Newspaper article The Canadian Press

'The Croods' Gets Imaginative with the Prehistoric Era

Newspaper article The Canadian Press

'The Croods' Gets Imaginative with the Prehistoric Era

Article excerpt

'The Croods' takes creative liberties


TORONTO - The filmmakers behind the new 3-D animated feature "The Croods" admit they didn't exactly stick to palaeontology records when crafting the story of a primitive family's first trip away from home.

For one thing, they set the DreamWorks comedy in a fictional "Croodaceous Period" filled with fantastical landscapes.

And the creatures depicted don't come from history books. Rather, they're hybrids -- from a Crocopup to Piranhakeet and Mousephant.

As for the Croods themselves, well, they're more a blend of both Homo sapien and Neanderthal, says co-writer and co-director Chris Sanders.

"Warning: do not base your book report on this film," he said with a laugh during a recent telephone interview.

Opening Friday, "The Croods" features Nicolas Cage as the voice of stubborn and fearful prehistoric father Grug, whose strict rules for keeping his family safe around their cave has teenage Eep (Emma Stone) feeling trapped.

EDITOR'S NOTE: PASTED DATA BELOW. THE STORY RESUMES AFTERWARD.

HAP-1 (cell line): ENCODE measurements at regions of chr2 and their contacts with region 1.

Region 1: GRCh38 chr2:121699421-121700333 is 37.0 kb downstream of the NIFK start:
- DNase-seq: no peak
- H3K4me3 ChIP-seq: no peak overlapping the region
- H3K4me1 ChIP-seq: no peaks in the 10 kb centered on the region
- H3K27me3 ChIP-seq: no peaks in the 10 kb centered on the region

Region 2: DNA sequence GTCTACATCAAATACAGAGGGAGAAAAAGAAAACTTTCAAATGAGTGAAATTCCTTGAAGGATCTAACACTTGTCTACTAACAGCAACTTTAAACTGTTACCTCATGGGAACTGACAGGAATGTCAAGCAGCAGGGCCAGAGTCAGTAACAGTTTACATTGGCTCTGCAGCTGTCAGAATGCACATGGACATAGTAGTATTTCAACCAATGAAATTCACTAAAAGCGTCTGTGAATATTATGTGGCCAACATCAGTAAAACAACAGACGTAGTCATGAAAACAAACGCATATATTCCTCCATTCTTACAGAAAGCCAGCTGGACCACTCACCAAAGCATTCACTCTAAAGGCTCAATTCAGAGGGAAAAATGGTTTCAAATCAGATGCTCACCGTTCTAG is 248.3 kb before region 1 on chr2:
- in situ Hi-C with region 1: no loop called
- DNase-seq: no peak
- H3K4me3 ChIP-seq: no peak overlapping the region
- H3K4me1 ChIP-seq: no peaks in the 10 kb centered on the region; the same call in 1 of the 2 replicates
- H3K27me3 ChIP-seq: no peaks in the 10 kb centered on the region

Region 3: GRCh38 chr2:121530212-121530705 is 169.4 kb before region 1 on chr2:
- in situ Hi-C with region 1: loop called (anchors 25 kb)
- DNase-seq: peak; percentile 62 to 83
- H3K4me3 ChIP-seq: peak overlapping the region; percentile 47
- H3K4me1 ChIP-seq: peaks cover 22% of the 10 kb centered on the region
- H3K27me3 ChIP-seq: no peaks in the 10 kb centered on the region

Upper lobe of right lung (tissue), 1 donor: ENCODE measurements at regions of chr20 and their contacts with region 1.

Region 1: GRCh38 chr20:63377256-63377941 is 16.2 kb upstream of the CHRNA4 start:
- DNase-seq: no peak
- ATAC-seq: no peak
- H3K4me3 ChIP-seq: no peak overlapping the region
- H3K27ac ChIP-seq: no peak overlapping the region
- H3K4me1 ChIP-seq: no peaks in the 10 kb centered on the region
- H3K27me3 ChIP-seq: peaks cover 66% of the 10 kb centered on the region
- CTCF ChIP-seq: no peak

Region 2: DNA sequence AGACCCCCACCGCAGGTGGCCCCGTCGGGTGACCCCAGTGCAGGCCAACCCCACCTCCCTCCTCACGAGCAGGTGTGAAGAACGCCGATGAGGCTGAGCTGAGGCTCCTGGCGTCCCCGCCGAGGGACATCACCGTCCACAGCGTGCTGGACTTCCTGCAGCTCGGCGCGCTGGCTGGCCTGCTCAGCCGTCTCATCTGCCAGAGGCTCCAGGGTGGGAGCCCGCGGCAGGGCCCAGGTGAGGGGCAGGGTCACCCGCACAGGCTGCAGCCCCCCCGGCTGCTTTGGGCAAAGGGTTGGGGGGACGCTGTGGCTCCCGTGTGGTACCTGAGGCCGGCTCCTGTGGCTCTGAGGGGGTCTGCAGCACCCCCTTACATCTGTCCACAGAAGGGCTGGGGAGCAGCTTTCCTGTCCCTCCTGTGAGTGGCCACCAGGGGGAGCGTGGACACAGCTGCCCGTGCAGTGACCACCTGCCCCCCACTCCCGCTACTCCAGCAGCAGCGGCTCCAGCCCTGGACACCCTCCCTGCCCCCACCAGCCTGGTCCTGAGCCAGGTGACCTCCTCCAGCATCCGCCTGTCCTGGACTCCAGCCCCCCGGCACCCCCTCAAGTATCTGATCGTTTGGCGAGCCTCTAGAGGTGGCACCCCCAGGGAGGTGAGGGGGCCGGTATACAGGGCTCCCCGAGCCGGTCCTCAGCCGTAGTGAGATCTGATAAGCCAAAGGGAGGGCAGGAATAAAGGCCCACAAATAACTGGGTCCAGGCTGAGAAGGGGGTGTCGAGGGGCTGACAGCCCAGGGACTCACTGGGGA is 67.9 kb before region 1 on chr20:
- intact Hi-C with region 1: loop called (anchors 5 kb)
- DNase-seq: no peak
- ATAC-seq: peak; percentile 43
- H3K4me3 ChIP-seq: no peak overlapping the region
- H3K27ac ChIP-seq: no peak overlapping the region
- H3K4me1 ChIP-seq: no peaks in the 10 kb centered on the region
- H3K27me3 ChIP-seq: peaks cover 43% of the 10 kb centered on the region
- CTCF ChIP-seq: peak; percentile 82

When Eep sneaks out one night, she meets smart and free-spirited Guy (Ryan Reynolds), who warns that a disaster is about to befall the area and they should flee to a place called "Tomorrow."

The two manage to convince the clan -- which also includes wife Ugga (Catherine Keener), son Thunk (Clark Duke), and Gran (Cloris Leachman) -- to embark on an adventure filled with fun and dangerous seismic shifts.

The story idea began in 2005, when co-writer and co-director Kirk DeMicco began penning a stone-age comedy with "Monty Python" star John Cleese.

At the time, the project was more a buddy comedy featuring a technological inventor and a luddite caveman.

"It was really about the fear of technology and invention," said DeMicco, who also co-penned with Cleese an adaptation of the Roald Dahl book "The Twits" that's in development for Disney.

"John has a healthy fear of technology, that it might ruin the world, so it was something of interest to him."

When Sanders joined the project a few years later, they continued that theme of the fear of change but made it more about changes in a family. …

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